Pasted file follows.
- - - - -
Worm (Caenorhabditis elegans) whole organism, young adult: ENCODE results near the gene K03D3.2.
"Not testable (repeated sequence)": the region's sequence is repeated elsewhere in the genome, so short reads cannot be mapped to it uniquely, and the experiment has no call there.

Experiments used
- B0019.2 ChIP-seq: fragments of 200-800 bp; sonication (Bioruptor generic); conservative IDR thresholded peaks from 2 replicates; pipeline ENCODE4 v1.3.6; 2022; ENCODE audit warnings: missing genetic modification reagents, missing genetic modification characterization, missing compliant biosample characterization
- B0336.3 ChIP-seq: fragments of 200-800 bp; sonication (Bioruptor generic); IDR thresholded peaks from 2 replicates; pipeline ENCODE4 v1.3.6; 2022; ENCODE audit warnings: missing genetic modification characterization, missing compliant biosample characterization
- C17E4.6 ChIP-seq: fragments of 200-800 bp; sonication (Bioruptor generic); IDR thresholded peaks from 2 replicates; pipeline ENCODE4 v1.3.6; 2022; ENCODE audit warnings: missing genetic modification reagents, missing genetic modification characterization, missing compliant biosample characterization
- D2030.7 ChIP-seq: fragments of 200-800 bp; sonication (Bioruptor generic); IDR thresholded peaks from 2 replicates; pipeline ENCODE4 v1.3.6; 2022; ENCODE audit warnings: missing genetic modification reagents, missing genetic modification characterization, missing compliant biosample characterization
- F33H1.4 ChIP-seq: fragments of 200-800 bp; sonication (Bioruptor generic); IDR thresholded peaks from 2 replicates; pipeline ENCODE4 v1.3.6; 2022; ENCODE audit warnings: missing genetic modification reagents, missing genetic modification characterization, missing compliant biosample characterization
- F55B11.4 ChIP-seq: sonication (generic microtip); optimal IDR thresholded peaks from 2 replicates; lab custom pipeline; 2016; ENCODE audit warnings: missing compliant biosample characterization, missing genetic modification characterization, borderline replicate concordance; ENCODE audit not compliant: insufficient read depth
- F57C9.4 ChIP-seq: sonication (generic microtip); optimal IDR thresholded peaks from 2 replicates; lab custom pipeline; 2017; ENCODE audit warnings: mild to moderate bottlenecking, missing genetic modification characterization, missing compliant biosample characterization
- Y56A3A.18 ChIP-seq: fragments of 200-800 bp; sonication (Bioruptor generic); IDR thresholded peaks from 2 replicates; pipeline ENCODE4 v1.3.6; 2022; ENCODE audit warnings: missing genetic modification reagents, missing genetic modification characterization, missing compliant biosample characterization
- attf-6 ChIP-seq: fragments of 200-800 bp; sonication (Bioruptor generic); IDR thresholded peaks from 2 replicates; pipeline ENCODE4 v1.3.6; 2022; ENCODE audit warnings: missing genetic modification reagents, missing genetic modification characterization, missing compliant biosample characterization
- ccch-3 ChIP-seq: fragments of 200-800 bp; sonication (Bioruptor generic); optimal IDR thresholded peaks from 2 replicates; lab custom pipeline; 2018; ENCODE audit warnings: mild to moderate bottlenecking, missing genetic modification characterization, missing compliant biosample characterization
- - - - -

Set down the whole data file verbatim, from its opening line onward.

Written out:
Worm (Caenorhabditis elegans) whole organism, young adult: ENCODE results near the gene K03D3.2.
"Not testable (repeated sequence)": the region's sequence is repeated elsewhere in the genome, so short reads cannot be mapped to it uniquely, and the experiment has no call there.

Experiments used
- B0019.2 ChIP-seq: fragments of 200-800 bp; sonication (Bioruptor generic); conservative IDR thresholded peaks from 2 replicates; pipeline ENCODE4 v1.3.6; 2022; ENCODE audit warnings: missing genetic modification reagents, missing genetic modification characterization, missing compliant biosample characterization
- B0336.3 ChIP-seq: fragments of 200-800 bp; sonication (Bioruptor generic); IDR thresholded peaks from 2 replicates; pipeline ENCODE4 v1.3.6; 2022; ENCODE audit warnings: missing genetic modification characterization, missing compliant biosample characterization
- C17E4.6 ChIP-seq: fragments of 200-800 bp; sonication (Bioruptor generic); IDR thresholded peaks from 2 replicates; pipeline ENCODE4 v1.3.6; 2022; ENCODE audit warnings: missing genetic modification reagents, missing genetic modification characterization, missing compliant biosample characterization
- D2030.7 ChIP-seq: fragments of 200-800 bp; sonication (Bioruptor generic); IDR thresholded peaks from 2 replicates; pipeline ENCODE4 v1.3.6; 2022; ENCODE audit warnings: missing genetic modification reagents, missing genetic modification characterization, missing compliant biosample characterization
- F33H1.4 ChIP-seq: fragments of 200-800 bp; sonication (Bioruptor generic); IDR thresholded peaks from 2 replicates; pipeline ENCODE4 v1.3.6; 2022; ENCODE audit warnings: missing genetic modification reagents, missing genetic modification characterization, missing compliant biosample characterization
- F55B11.4 ChIP-seq: sonication (generic microtip); optimal IDR thresholded peaks from 2 replicates; lab custom pipeline; 2016; ENCODE audit warnings: missing compliant biosample characterization, missing genetic modification characterization, borderline replicate concordance; ENCODE audit not compliant: insufficient read depth
- F57C9.4 ChIP-seq: sonication (generic microtip); optimal IDR thresholded peaks from 2 replicates; lab custom pipeline; 2017; ENCODE audit warnings: mild to moderate bottlenecking, missing genetic modification characterization, missing compliant biosample characterization
- Y56A3A.18 ChIP-seq: fragments of 200-800 bp; sonication (Bioruptor generic); IDR thresholded peaks from 2 replicates; pipeline ENCODE4 v1.3.6; 2022; ENCODE audit warnings: missing genetic modification reagents, missing genetic modification characterization, missing compliant biosample characterization
- attf-6 ChIP-seq: fragments of 200-800 bp; sonication (Bioruptor generic); IDR thresholded peaks from 2 replicates; pipeline ENCODE4 v1.3.6; 2022; ENCODE audit warnings: missing genetic modification reagents, missing genetic modification characterization, missing compliant biosample characterization
- ccch-3 ChIP-seq: fragments of 200-800 bp; sonication (Bioruptor generic); optimal IDR thresholded peaks from 2 replicates; lab custom pipeline; 2018; ENCODE audit warnings: mild to moderate bottlenecking, missing genetic modification characterization, missing compliant biosample characterization